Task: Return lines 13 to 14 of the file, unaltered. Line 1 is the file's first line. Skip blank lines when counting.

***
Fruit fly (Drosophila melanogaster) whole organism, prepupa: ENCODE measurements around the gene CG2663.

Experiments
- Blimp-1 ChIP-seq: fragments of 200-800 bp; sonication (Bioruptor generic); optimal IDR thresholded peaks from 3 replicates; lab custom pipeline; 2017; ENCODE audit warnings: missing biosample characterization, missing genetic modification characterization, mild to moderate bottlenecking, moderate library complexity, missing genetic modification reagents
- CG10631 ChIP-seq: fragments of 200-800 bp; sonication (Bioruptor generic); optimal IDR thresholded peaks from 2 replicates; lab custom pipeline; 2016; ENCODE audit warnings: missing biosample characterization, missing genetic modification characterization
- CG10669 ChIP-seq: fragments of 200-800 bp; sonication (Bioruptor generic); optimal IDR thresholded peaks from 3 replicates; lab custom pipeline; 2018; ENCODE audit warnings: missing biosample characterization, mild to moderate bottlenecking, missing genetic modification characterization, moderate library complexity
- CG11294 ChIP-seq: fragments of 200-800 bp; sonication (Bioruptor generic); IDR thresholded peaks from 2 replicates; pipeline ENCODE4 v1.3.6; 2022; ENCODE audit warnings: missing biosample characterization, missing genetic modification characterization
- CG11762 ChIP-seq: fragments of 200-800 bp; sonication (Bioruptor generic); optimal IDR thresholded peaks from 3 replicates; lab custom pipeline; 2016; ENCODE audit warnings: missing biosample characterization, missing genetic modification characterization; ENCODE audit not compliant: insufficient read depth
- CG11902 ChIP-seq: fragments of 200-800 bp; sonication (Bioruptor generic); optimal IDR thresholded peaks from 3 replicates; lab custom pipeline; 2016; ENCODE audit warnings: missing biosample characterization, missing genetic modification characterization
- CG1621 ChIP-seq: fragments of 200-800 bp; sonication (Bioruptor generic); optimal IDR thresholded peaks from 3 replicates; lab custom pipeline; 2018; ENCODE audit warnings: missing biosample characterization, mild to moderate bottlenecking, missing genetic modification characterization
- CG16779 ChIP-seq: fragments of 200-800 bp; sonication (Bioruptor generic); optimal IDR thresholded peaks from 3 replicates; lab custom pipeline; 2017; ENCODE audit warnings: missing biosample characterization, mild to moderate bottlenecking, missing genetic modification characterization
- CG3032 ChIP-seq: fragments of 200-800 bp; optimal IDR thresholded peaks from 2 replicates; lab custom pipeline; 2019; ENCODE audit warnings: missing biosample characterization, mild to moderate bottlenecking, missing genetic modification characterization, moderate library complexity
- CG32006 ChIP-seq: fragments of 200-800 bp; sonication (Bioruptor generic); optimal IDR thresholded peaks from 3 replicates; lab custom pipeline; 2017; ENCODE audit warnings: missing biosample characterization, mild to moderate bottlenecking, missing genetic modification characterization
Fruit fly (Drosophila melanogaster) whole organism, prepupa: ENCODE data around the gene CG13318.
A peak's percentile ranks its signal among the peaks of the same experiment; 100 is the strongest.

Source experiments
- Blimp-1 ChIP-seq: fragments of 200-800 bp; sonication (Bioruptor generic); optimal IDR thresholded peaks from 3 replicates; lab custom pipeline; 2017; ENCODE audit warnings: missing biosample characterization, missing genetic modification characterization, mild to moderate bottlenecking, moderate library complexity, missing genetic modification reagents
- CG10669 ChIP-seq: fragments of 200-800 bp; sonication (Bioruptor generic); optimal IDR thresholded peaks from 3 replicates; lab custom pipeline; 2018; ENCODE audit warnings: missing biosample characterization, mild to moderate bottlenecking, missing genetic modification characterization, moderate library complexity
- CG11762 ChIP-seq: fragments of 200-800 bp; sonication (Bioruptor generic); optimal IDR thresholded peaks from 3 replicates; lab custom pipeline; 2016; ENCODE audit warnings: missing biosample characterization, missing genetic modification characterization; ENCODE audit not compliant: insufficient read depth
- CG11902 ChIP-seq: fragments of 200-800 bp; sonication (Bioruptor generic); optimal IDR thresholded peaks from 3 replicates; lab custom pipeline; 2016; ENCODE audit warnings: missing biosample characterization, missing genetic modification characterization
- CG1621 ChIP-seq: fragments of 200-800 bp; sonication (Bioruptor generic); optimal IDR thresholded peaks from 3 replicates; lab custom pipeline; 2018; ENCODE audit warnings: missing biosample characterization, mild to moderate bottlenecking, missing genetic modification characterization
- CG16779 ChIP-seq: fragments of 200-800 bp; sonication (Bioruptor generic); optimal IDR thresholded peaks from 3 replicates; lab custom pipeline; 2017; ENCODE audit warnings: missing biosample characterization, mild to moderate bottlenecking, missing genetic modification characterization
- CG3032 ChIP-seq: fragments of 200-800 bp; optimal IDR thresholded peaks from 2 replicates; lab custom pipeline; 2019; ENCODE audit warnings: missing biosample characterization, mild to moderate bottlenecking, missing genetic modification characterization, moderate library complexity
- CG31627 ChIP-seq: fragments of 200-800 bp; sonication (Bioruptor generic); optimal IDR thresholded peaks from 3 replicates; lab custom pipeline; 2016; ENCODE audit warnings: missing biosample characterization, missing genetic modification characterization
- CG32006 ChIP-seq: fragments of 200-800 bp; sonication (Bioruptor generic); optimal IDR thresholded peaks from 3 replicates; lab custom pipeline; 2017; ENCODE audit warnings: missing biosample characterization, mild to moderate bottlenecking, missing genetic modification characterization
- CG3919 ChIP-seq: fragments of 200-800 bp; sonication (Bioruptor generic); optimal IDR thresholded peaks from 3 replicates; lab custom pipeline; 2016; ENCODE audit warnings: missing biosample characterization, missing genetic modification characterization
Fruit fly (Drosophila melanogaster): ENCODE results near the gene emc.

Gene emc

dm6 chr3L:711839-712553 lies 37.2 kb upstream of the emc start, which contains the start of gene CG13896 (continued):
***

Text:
Fruit fly (Drosophila melanogaster) whole organism, prepupa: ENCODE data around the gene CG13318.
A peak's percentile ranks its signal among the peaks of the same experiment; 100 is the strongest.